Late last month, amid a heated presidential contest and mounting calls to protect the country's southern border, the Bush administration unveiled plans to crack down on the estimated 550,000 people who illegally enter the country from Mexico each year. Secretary of Homeland Security Michael Chertoff and U.S. Attorney General Michael Mukasey announced they would create a virtual fence along sections of the Mexican border. Fines for employers who hire illegal immigrants will increase by 25 percent. To enforce the crackdown, the U.S. Border Patrol will continue to swell its ranks, with an expansion of nearly 40 percent planned during the next two years.
Border Patrol agents are coming to Durham this weekend in search of people who want to go to the front lines of the immigration debate. The Indy interviewed Victor Colon, a Border Patrol agent and recruiter based in Miami, about the agency's Triangle recruiting effort.
Much of your recruiting literature focuses on preventing terrorists from entering the country, but won't most new recruits be searching for Mexican and Latin American immigrants crossing the country's southwest border?
Customs and Border Protection is a part of the Department of Homeland Security. The first mission for all the agencies that work under DHS is to prevent terrorism. The U.S. Border Patrol's first mission is to prevent terrorists from entering the United States or weapons or things that cause harm to the U.S. In addition to doing that, we're going to do our traditional missions, which is to ensure that people or migrants or things or narcotics or smugglers are not trying to enter the country illegally. We recruit nationwide, but when you start, your career it is going to be along the southwest border.
It sounds like the vast majority of your resources are in the Southwest.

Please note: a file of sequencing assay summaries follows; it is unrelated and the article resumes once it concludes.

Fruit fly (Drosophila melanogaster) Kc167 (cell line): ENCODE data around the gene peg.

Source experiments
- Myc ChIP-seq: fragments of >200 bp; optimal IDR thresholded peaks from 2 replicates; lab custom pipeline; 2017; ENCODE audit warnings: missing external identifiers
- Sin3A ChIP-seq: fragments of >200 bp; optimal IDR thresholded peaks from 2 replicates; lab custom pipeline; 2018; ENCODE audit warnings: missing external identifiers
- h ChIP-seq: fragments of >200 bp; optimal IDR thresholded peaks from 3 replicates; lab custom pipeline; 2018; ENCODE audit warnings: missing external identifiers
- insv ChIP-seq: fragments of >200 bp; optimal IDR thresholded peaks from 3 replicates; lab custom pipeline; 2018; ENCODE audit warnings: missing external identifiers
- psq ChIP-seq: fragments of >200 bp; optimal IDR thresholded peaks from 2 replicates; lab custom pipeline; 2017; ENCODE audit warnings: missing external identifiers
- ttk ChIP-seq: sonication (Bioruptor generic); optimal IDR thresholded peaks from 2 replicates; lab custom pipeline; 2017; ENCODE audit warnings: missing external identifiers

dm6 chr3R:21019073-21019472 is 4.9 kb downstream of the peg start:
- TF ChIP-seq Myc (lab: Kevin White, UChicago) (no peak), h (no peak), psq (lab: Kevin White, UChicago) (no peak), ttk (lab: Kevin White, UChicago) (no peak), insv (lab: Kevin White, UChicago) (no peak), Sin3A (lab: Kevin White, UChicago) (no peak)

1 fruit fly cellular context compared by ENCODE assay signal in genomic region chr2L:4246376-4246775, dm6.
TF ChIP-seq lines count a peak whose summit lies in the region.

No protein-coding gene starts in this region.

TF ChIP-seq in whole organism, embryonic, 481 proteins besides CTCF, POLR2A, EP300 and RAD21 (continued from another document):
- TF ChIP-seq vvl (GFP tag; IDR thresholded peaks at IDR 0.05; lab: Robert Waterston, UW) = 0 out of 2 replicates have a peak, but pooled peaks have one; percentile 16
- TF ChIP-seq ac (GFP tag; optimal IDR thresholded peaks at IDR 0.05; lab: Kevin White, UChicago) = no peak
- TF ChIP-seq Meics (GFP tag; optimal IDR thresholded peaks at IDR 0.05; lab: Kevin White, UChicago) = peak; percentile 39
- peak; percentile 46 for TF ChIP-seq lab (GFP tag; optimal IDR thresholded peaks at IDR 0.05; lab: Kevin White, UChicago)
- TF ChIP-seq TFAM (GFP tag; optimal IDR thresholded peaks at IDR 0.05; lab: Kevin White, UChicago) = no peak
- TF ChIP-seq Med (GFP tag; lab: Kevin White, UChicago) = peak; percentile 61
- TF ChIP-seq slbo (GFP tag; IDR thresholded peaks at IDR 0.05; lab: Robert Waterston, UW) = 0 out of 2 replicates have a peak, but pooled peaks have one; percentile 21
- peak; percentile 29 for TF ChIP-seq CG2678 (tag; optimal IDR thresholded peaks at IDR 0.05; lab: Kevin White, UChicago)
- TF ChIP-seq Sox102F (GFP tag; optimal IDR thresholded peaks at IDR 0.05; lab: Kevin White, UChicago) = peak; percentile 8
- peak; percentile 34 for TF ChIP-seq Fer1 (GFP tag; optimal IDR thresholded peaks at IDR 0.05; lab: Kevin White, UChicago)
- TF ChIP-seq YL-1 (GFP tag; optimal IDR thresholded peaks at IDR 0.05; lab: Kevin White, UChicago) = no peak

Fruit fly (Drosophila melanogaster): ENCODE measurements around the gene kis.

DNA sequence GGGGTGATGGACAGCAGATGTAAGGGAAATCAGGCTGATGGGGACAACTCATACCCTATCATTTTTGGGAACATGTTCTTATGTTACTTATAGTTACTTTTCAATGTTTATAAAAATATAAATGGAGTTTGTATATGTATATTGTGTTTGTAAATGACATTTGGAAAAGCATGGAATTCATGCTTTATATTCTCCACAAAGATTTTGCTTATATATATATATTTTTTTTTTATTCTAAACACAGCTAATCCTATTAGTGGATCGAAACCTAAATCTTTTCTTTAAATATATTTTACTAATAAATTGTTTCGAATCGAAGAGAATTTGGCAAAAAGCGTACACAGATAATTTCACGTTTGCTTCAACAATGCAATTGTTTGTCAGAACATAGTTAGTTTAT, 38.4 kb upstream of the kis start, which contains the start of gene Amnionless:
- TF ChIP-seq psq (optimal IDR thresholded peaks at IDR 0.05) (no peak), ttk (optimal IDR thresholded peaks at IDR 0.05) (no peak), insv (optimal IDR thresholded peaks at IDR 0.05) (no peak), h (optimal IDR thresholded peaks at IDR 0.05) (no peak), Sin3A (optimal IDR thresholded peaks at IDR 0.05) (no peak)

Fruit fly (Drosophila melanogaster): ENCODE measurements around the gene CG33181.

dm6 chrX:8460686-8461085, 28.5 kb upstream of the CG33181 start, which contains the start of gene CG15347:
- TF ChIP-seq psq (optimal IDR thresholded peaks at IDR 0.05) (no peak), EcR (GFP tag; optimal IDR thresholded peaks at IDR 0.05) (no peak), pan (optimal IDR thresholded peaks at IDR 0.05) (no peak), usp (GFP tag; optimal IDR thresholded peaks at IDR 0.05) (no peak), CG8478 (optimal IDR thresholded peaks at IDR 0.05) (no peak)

As of Sept. 1, the Border Patrol has 14,600 agents on board. And they're on track to add another 2,500 for fiscal year 2007 and another 3,000 agents for fiscal year 2008. We have less than 2,000 agents up north and in the hundreds along the coastal sections. The great majority are on the southern border.
How much interest do you get from an area like Research Triangle Park?
North Carolina is an area that the border patrol has been looking at—actually that whole region—with the NASCAR sponsorship. We have a car in NASCAR that we're sponsoring and we sit in booths and actively recruit candidates.
How has the response been to that?
It looks like it's going well because we are getting applicants.
With tens of thousands of Mexican immigrants coming here to work in construction and agriculture, North Carolina is a place that has a lot of anti-immigrant sentiment, which some might stereotypically connect with folks who like NASCAR. Is the Border Patrol playing on that to win recruits?
We're not playing on, as you say, stereotypes. What you're not saying is that there are patriotic Americans all over the country. There are proud Americans in the Carolinas that perhaps don't know of the Border Patrol that would like an opportunity to have a federal law enforcement position.
What kinds of people are good at this job?
You have to love the outdoors. People who can work alone. People who are able to learn another language. To relocate. Who enjoy diversity and new things. There's always something happening on the border. It's a dangerous job, but it's a very fulfilling job to know that you're helping protect America.
The recruiting event will be from 9 a.m. to 5 p.m. Saturday, March 8, at the Marriott in Research Triangle Park, 4700 Guardian Drive, Durham. Applicants must be U.S. citizens and residents for the past three years, between the ages of 18 and 39 and able to pass a background investigation. For more information, see www.borderpatrol.gov.